How common are common mental disorders? Evidence that lifetime prevalence rates are doubled by prospective versus retrospective ascertainment.
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BACKGROUND: Most information about the lifetime prevalence of mental disorders comes from retrospective surveys, but how much these surveys have undercounted due to recall failure is unknown. We compared results from a prospective study with those from retrospective studies. METHOD: The representative 1972-1973 Dunedin New Zealand birth cohort (n=1037) was followed to age 32 years with 96% retention, and compared to the national New Zealand Mental Health Survey (NZMHS) and two US National Comorbidity Surveys (NCS and NCS-R). Measures were research diagnoses of anxiety, depression, alcohol dependence and cannabis dependence from ages 18 to 32 years. RESULTS: The prevalence of lifetime disorder to age 32 was approximately doubled in prospective as compared to retrospective data for all four disorder types. Moreover, across disorders, prospective measurement yielded a mean past-year-to-lifetime ratio of 38% whereas retrospective measurement yielded higher mean past-year-to-lifetime ratios of 57% (NZMHS, NCS-R) and 65% (NCS). CONCLUSIONS: Prospective longitudinal studies complement retrospective surveys by providing unique information about lifetime prevalence. The experience of at least one episode of DSM-defined disorder during a lifetime may be far more common in the population than previously thought. Research should ask what this means for etiological theory, construct validity of the DSM approach, public perception of stigma, estimates of the burden of disease and public health policy.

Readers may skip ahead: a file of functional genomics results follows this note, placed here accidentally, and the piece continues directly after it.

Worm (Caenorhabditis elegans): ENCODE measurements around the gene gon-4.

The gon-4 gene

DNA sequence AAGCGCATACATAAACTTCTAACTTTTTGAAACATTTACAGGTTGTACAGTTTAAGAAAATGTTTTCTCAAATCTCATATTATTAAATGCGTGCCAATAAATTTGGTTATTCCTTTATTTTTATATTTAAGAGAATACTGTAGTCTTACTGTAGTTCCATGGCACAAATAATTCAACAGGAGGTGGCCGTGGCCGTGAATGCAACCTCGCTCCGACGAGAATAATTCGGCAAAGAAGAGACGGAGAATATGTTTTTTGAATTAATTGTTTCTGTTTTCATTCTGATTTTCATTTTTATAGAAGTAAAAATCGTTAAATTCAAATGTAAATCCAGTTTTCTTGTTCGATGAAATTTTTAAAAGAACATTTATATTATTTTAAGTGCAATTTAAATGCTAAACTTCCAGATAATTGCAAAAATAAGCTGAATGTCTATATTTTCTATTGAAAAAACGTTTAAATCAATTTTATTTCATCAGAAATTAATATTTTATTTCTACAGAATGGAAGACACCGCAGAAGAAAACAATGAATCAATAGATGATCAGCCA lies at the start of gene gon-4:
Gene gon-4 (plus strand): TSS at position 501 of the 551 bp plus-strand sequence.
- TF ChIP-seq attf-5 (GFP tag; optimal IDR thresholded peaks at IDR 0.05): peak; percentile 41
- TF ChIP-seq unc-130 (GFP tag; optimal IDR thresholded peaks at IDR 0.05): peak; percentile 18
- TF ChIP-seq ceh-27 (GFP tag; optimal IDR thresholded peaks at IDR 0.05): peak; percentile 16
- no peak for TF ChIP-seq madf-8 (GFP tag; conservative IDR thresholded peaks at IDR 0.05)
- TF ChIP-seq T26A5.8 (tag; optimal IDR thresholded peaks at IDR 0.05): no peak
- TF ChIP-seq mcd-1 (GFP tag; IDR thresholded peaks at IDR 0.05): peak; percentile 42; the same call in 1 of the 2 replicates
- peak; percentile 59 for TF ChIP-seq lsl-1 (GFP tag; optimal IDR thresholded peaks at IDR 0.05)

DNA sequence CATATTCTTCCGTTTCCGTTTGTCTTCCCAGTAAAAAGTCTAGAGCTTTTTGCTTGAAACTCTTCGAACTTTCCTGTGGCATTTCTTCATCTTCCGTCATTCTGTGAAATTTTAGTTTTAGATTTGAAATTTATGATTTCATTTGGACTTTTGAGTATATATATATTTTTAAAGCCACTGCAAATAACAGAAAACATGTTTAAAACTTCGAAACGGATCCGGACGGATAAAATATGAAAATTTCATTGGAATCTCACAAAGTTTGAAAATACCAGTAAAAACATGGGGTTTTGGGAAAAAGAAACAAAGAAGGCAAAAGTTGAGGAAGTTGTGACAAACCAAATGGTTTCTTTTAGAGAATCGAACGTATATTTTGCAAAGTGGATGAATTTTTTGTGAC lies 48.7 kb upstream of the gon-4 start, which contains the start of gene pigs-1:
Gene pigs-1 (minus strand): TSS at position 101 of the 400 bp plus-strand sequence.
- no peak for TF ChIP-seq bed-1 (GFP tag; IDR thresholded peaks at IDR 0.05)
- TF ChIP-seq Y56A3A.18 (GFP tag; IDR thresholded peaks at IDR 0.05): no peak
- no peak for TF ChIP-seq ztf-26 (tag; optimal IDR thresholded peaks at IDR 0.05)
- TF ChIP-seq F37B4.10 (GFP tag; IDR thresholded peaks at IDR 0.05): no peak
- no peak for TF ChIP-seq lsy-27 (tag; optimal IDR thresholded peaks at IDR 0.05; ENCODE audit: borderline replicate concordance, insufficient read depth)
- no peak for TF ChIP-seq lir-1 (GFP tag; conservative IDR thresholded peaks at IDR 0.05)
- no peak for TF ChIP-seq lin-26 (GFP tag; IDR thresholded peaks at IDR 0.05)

Stress Disorders, Post-Traumatic
Published Version (Please cite this version)10.1017/S0033291709991036
Publication InfoCaspi, Avshalom; Kokaua, J; Milne, BJ; Moffitt, Terrie E; Polanczyk, G; Poulton, R; & Taylor, A (2010). How common are common mental disorders? Evidence that lifetime prevalence rates are doubled by prospective versus retrospective ascertainment. Psychol Med, 40(6). pp. 899-909. 10.1017/S0033291709991036. Retrieved from https://hdl.handle.net/10161/3976.
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Edward M. Arnett Distinguished Professor of Psychology and Neuroscience
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